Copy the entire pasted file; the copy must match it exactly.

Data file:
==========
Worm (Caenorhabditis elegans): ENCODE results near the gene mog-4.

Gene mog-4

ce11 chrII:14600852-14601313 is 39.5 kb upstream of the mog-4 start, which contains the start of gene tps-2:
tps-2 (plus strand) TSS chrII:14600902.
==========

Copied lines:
Worm (Caenorhabditis elegans): ENCODE results near the gene mog-4.

Gene mog-4

ce11 chrII:14600852-14601313 is 39.5 kb upstream of the mog-4 start, which contains the start of gene tps-2:
tps-2 (plus strand) TSS chrII:14600902.